If you’ve made it this far and you’re thinking you’d actually be happy to embrace a discussion of Cheerios in China, but you can’t even get everyone to sit still on the sofa – you’re starting where I was. When I said it was time to read, my children heard, “Dog pile on the couch! Whoever can hold out the longest in the pushing and shoving match will have the most fun!” So, on the advice of a wise older mom, I backed up in the training process and assigned seats with shortest ones closest to me and allowed no negotiation over positions – same spots every day. We practiced just sitting still in that arrangement until we could all make it to five minutes on the timer before we tried to actually read. (This is great practice for sitting still in other situations too.) It only took a few days and some occasional reminders to make it work. I would start with the shortest and most engaging books and the reading would grow increasingly complex as I worked through the pile in my lap. The younger ones were given permission to leave when we reached a reasonable threshold for their attention spans, which grew by leaps and bounds as they acquired a taste for good stories. The ability to listen attentively and think quietly is one that develops with practice even in the most kinesthetic learners and will serve them so well in later studies which rely heavily on auditory leaning skills.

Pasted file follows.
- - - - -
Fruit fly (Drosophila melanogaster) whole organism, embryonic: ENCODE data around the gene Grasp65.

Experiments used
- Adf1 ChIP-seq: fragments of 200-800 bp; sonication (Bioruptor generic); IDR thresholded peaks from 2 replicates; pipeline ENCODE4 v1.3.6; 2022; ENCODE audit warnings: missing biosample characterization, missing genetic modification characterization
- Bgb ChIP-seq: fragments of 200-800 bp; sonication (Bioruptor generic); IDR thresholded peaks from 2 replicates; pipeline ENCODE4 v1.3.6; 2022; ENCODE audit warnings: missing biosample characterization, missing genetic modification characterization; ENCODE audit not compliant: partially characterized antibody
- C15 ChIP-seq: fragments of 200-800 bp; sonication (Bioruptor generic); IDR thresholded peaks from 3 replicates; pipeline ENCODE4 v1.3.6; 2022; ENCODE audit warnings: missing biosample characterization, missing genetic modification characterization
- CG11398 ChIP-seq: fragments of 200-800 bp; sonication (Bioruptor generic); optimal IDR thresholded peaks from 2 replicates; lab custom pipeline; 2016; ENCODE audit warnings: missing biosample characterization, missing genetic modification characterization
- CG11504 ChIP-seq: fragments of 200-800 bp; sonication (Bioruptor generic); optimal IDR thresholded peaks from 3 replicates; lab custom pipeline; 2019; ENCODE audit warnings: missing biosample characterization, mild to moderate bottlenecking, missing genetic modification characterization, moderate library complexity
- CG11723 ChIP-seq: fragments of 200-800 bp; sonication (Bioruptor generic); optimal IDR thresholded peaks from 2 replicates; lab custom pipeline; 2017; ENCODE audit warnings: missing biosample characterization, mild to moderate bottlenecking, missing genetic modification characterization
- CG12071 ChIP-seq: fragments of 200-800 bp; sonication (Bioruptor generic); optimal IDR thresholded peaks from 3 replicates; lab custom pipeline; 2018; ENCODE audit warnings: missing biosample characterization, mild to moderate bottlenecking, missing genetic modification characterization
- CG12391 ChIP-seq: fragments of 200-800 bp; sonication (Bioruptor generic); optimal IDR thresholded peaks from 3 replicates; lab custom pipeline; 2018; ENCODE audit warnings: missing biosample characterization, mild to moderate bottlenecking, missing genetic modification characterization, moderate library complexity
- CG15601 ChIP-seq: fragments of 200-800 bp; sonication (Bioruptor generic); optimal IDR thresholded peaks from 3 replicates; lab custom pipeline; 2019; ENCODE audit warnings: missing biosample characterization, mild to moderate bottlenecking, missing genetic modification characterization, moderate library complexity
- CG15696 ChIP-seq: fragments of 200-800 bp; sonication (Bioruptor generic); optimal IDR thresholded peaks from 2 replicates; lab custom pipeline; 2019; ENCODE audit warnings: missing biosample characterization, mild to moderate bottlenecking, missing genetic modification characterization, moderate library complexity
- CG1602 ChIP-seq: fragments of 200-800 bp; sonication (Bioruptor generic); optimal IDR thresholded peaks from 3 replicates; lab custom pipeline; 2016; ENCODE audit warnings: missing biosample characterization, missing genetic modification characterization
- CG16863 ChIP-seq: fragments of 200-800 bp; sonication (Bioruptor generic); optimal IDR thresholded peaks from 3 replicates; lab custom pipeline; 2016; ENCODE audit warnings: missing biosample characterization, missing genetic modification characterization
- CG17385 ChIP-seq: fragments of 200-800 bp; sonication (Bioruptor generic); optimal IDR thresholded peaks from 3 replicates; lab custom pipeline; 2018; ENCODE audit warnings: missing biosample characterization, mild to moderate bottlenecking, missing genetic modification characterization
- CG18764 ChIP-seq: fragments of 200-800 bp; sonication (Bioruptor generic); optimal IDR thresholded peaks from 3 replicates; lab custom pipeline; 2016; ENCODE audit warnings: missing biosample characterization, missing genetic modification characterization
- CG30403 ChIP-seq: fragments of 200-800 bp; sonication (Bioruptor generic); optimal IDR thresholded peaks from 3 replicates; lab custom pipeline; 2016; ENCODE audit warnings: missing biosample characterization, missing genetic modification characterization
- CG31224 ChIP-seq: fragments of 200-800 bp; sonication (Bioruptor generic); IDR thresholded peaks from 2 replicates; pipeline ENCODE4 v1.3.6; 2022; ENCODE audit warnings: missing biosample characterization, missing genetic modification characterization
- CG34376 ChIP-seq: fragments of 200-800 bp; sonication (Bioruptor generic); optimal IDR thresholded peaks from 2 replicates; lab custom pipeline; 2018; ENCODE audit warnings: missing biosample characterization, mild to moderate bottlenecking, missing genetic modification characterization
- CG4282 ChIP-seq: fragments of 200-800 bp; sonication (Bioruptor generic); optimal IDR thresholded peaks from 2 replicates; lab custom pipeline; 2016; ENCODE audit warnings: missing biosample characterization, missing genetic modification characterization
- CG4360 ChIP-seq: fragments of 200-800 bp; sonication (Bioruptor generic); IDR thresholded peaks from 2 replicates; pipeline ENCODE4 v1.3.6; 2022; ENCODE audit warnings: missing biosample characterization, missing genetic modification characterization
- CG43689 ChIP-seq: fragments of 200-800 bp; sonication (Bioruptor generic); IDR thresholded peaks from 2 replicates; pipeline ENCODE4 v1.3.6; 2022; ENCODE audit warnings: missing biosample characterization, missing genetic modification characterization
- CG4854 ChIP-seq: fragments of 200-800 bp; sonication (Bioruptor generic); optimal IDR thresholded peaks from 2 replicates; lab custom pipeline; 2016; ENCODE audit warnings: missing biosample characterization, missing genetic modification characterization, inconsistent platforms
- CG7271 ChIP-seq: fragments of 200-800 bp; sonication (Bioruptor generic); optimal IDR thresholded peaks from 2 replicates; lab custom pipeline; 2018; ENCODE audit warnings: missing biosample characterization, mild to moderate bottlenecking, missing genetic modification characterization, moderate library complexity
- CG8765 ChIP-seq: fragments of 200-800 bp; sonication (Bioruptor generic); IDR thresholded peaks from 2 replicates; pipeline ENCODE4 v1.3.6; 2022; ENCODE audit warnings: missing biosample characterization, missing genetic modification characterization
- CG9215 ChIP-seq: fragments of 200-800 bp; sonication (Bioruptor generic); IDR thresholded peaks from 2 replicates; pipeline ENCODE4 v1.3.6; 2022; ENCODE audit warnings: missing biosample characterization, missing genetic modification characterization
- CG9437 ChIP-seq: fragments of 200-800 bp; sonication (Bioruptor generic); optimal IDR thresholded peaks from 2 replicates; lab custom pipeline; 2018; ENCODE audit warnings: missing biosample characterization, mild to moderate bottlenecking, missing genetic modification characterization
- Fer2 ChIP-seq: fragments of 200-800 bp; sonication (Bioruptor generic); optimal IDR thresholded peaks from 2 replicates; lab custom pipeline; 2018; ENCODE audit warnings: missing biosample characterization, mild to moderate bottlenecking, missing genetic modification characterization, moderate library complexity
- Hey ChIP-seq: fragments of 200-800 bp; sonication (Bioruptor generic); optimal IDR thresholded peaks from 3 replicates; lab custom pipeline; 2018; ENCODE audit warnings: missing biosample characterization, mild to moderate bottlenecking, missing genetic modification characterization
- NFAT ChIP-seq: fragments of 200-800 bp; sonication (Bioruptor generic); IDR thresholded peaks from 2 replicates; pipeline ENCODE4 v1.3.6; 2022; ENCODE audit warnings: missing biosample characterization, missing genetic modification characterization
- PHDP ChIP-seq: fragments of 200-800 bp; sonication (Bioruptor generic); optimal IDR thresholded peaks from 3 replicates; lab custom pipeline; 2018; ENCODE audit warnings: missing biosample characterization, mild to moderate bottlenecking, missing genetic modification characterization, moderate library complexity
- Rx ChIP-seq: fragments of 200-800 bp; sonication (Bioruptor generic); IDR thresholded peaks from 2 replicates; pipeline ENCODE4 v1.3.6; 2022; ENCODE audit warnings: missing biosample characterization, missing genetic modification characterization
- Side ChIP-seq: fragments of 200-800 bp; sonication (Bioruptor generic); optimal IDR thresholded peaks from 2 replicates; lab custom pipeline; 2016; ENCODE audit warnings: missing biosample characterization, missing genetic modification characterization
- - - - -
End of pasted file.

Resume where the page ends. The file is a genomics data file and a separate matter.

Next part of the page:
So….Once we’re done with our daily together time, the boys move on to more independent work, which I’ll discuss in the next post, because this one has gotten too long.